G C Lichtenberg: “It is as if our languages were confounded: when we want a thought, they bring us a word; when we ask for a word, they give us a dash; and when we expect a dash, there comes a piece of bawdy.”
Albert Einstein: “I am content in my later years. I have kept my good humor and take neither myself nor the next person seriously.” (To P. Moos, March 30, 1950. Einstein Archives 60-587)
Martin Amis: “Gogol is funny, Tolstoy in his merciless clarity is funny, and Dostoyevsky, funnily enough, is very funny indeed; moreover, the final generation of Russian literature, before it was destroyed by Lenin and Stalin, remained emphatically comic — Bunin, Bely, Bulgakov, Zamyatin. The novel is comic because life is comic (until the inevitable tragedy of the fifth act);...”
Werner Herzog: “We are surrounded by worn-out, banal, useless and exhausted images, limping and dragging themselves behind the rest of our cultural evolution.”
John Gray: "Unlike Schopenhauer, who lamented the human lot, Leopardi believed that the best response to life is laughter. What fascinated Schopenhauer, along with many later writers, was Leopardi’s insistence that illusion is necessary to human happiness."
Justin E.H. Smith: “One should of course take seriously serious efforts to improve society. But when these efforts fail, in whole or in part, it is only humor that offers redemption. So far, human expectations have always been strained, and have always come, give or take a bit, to nothing. In this respect reality itself has the form of a joke, and humor the force of truth.”
विलास सारंग: "… इ. स. 1000 नंतर ज्या प्रकारची संस्कृती रुढ झाली , त्यामध्ये साधारणत्व व विश्वात्मकता हे गुण प्राय: लुप्त झाले...आपली संस्कृती अकाली विश्वात्मक साधारणतेला मुकली आहे."
Tuesday, July 29, 2008
To catch up...
Artist: Lee Lorenz The New Yorker August 4, 2008 cartoon caption contest 155
My proposed caption:
“We indeed are privileged members of the world press. We are about to witness the federal cabinet of world’s largest democracy selecting one of these five as their Prime Minister.”
Tuesday, July 22, 2008
Artist: Drew Dernavich The New Yorker July 28th, 2008 Cartoon Caption Contest 154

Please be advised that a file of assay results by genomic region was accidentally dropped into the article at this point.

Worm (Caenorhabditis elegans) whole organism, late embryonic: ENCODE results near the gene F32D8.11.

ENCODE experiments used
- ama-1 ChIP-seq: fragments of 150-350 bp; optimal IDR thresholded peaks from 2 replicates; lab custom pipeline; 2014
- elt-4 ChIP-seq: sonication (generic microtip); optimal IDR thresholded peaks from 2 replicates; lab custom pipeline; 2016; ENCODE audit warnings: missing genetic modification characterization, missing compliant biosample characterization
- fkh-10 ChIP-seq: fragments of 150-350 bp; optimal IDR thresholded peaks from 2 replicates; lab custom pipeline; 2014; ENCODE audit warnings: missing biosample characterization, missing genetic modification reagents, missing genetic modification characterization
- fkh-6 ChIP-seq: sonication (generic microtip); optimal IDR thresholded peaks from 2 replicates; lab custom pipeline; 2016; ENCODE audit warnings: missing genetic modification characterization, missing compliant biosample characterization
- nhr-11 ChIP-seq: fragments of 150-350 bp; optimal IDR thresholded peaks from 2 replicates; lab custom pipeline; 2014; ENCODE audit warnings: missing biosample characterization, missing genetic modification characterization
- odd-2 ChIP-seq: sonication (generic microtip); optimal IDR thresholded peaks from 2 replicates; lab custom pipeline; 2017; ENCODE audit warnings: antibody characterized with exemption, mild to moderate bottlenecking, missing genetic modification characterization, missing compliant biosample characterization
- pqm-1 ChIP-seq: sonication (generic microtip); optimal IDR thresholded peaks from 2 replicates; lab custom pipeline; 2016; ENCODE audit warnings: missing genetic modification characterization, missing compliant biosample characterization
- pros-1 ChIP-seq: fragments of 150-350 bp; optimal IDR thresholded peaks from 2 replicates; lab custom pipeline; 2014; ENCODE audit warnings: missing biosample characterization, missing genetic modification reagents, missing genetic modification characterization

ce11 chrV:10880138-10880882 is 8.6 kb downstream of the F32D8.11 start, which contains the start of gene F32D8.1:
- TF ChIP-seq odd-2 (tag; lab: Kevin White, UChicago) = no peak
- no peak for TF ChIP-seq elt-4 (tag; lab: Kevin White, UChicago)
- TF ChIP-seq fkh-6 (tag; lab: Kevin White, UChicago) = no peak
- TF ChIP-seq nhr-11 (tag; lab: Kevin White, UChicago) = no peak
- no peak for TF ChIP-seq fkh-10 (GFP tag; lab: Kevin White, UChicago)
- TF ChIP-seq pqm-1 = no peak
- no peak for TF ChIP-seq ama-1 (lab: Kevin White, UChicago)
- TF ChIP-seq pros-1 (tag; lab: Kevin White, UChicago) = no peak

"For us Indian communists nothing is unfair against anyone who goes against our groupthink. Remember Trotsky?
Here we are about to burn down the table and chair of comrade Chatterjee on the night of July 21, 2008. Now we”ll see how he chairs the session and tries to save the government."
Sunday, July 20, 2008
“Incidence of vertigo highest in 36-60 age group…sedentary urban lifestyle, stress and lack of exercise are factors contributing to the growing trend of vertigo in the youth…”
Although “sedentary urban lifestyle, stress and lack of exercise” don’t strictly apply to me, I suffer from mild vertigo/ acrophobia.
In fact, I think I tend to enjoy it.
I wonder if this “perverse” enjoyment has anything to do with my favourite movie Alfred Hitchcock’s “Vertigo”. First time I saw it was in early 1980’s in Mumbai (at Sterling cinema?). I enjoyed every minute of it.
Later I read and keep reading masterly “Hitchcock (revised edition” by Francois Truffaut with the collaboration of Helen G. Scott (first published in 1967).
“…To put it plainly, the man (Scottie Ferguson played by James Stewart) wants to go to bed with a woman who’s dead; he is indulging in a form of necrophilia…
When you see Judy (played by Kim Novak) walking on the street, the tawny hair and make-up convey an animal like sensuality. That quality is accentuated, I suppose, by the fact that she wears no brassiere…That’s right, she doesn’t waer a brassiere. As a matter of fact, she’s particularly proud of that!”
I knew part of the reason why I liked the movie so much!
Artist: Sam Gross The New Yorker 11 February 2002
Friday, July 18, 2008
Bloomberg reports on July 17, 2008: